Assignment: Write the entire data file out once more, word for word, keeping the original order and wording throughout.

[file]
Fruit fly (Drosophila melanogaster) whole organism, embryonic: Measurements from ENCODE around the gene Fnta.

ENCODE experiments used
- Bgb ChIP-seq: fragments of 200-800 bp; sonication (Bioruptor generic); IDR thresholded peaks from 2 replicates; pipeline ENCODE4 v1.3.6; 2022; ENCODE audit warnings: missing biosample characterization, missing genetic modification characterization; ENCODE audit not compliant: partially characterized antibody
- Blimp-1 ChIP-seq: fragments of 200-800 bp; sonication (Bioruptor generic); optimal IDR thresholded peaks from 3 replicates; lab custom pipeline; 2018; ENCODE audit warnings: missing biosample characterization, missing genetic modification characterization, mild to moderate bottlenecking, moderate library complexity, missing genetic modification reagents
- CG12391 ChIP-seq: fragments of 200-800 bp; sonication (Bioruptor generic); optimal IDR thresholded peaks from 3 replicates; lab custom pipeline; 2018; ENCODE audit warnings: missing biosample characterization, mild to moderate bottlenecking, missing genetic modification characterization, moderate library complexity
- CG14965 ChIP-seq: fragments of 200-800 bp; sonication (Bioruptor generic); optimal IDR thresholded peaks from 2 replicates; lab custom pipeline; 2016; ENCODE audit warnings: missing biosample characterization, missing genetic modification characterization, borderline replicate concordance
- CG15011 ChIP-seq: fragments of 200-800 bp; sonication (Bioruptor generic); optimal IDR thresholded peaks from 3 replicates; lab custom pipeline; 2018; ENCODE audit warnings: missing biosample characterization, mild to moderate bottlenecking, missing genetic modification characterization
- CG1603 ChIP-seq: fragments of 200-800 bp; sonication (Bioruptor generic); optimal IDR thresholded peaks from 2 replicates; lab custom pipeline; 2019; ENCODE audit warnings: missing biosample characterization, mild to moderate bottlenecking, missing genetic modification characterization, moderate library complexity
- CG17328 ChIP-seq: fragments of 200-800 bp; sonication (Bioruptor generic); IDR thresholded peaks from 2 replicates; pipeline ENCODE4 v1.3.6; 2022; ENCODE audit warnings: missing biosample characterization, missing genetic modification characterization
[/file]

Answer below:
Fruit fly (Drosophila melanogaster) whole organism, embryonic: Measurements from ENCODE around the gene Fnta.

ENCODE experiments used
- Bgb ChIP-seq: fragments of 200-800 bp; sonication (Bioruptor generic); IDR thresholded peaks from 2 replicates; pipeline ENCODE4 v1.3.6; 2022; ENCODE audit warnings: missing biosample characterization, missing genetic modification characterization; ENCODE audit not compliant: partially characterized antibody
- Blimp-1 ChIP-seq: fragments of 200-800 bp; sonication (Bioruptor generic); optimal IDR thresholded peaks from 3 replicates; lab custom pipeline; 2018; ENCODE audit warnings: missing biosample characterization, missing genetic modification characterization, mild to moderate bottlenecking, moderate library complexity, missing genetic modification reagents
- CG12391 ChIP-seq: fragments of 200-800 bp; sonication (Bioruptor generic); optimal IDR thresholded peaks from 3 replicates; lab custom pipeline; 2018; ENCODE audit warnings: missing biosample characterization, mild to moderate bottlenecking, missing genetic modification characterization, moderate library complexity
- CG14965 ChIP-seq: fragments of 200-800 bp; sonication (Bioruptor generic); optimal IDR thresholded peaks from 2 replicates; lab custom pipeline; 2016; ENCODE audit warnings: missing biosample characterization, missing genetic modification characterization, borderline replicate concordance
- CG15011 ChIP-seq: fragments of 200-800 bp; sonication (Bioruptor generic); optimal IDR thresholded peaks from 3 replicates; lab custom pipeline; 2018; ENCODE audit warnings: missing biosample characterization, mild to moderate bottlenecking, missing genetic modification characterization
- CG1603 ChIP-seq: fragments of 200-800 bp; sonication (Bioruptor generic); optimal IDR thresholded peaks from 2 replicates; lab custom pipeline; 2019; ENCODE audit warnings: missing biosample characterization, mild to moderate bottlenecking, missing genetic modification characterization, moderate library complexity
- CG17328 ChIP-seq: fragments of 200-800 bp; sonication (Bioruptor generic); IDR thresholded peaks from 2 replicates; pipeline ENCODE4 v1.3.6; 2022; ENCODE audit warnings: missing biosample characterization, missing genetic modification characterization